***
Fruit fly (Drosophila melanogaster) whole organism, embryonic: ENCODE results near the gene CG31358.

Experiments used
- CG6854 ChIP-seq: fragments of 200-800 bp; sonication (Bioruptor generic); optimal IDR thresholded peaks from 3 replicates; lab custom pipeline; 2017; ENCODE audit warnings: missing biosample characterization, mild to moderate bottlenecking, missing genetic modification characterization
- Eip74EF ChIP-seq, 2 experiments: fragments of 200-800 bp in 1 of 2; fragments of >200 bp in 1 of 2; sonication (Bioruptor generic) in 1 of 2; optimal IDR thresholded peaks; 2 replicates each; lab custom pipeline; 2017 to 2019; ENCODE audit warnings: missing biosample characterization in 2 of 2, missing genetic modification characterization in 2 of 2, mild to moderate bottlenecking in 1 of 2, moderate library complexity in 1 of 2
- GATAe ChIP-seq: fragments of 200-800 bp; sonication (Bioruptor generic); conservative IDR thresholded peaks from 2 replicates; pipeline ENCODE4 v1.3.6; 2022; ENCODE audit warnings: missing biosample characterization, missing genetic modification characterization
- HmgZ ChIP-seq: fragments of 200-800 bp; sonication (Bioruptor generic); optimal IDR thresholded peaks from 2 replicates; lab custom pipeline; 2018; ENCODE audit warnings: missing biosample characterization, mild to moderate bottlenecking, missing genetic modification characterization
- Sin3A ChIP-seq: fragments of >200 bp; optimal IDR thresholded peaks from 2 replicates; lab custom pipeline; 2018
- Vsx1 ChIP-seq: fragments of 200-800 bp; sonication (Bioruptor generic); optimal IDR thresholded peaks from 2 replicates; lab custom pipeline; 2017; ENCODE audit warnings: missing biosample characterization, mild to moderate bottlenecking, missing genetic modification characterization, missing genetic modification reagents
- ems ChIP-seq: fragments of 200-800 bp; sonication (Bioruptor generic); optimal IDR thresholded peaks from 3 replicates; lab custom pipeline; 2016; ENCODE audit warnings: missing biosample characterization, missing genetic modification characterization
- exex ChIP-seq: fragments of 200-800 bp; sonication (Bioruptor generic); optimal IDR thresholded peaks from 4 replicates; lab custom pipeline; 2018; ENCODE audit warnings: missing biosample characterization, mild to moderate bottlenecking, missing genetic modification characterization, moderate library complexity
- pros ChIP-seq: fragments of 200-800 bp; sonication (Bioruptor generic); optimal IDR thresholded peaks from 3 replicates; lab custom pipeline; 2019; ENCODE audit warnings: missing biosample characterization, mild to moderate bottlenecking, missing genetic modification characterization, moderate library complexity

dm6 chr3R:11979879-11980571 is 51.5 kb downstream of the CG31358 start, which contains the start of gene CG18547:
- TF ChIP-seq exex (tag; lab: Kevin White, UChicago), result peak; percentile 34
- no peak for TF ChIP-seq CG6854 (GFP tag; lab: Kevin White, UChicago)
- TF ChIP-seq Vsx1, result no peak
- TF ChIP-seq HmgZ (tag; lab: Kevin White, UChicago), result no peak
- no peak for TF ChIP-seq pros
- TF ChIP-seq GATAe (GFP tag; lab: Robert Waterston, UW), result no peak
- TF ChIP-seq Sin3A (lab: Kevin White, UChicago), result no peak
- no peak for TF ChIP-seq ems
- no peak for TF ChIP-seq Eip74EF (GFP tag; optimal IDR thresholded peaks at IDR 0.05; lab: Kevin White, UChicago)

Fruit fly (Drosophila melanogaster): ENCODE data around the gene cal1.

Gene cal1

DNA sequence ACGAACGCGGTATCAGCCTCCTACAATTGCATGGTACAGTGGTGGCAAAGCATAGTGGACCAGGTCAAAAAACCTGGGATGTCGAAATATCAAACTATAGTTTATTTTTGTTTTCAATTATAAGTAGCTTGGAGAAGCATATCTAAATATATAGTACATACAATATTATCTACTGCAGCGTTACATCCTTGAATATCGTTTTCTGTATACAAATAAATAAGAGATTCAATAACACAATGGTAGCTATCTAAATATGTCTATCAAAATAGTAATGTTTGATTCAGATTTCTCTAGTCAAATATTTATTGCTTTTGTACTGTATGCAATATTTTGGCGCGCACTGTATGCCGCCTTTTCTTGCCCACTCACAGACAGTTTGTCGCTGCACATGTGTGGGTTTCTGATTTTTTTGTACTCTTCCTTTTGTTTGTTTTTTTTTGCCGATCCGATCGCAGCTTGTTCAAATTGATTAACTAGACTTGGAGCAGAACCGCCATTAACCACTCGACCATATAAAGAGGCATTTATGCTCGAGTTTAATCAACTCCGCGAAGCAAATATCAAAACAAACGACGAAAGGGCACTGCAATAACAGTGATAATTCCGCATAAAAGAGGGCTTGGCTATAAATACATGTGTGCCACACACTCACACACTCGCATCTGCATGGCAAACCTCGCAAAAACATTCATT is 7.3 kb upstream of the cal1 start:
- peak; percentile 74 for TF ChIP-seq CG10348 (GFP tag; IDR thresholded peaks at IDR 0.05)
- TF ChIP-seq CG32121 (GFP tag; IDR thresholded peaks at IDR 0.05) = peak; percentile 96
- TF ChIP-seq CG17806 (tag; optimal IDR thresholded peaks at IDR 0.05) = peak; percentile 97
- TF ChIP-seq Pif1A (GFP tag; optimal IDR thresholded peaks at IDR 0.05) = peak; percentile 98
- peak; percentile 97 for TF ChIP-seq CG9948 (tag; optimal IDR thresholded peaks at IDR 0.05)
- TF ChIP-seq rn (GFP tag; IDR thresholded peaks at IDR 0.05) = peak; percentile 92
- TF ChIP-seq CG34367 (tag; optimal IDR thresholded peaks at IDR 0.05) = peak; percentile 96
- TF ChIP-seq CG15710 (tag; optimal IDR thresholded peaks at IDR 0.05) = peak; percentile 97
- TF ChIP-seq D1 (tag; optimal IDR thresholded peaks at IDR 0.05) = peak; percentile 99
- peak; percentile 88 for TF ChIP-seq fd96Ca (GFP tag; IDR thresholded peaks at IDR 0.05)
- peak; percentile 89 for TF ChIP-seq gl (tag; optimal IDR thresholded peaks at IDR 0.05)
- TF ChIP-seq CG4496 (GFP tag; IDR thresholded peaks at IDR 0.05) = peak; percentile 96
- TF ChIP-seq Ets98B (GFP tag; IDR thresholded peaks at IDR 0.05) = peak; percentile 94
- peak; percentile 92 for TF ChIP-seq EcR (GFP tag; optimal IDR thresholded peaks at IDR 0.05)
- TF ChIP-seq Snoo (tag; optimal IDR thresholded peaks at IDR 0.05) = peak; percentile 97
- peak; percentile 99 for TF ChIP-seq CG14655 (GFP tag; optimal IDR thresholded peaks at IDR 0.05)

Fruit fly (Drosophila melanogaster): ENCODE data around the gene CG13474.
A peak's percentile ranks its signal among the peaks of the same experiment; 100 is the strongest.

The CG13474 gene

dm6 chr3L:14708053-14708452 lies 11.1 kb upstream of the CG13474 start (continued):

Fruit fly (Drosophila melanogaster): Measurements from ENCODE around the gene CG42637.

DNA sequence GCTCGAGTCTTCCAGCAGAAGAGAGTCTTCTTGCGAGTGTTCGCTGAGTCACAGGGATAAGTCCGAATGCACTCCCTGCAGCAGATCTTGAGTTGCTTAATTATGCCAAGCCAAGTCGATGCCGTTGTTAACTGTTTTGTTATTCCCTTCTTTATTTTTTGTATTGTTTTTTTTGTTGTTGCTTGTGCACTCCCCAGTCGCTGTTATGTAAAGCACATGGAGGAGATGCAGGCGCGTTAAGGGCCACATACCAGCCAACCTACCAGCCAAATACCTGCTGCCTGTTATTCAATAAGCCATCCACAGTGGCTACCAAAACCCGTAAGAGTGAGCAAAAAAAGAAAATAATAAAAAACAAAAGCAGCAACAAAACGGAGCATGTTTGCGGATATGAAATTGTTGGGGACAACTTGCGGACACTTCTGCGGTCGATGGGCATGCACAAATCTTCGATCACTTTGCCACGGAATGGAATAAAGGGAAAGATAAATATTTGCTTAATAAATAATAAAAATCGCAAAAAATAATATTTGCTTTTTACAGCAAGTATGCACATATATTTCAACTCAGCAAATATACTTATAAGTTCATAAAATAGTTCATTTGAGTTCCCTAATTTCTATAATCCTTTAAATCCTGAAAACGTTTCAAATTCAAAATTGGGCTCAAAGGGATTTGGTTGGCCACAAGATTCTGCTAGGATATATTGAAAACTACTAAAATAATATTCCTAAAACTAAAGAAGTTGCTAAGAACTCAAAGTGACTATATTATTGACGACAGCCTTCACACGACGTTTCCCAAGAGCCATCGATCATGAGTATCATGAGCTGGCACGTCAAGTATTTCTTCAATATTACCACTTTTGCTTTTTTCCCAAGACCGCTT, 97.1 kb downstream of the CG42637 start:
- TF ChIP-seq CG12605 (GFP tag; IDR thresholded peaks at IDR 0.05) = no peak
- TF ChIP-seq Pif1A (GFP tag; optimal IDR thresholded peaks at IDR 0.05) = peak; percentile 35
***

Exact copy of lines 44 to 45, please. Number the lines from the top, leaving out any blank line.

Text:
dm6 chr3L:14708053-14708452 lies 11.1 kb upstream of the CG13474 start (continued):

Fruit fly (Drosophila melanogaster): Measurements from ENCODE around the gene CG42637.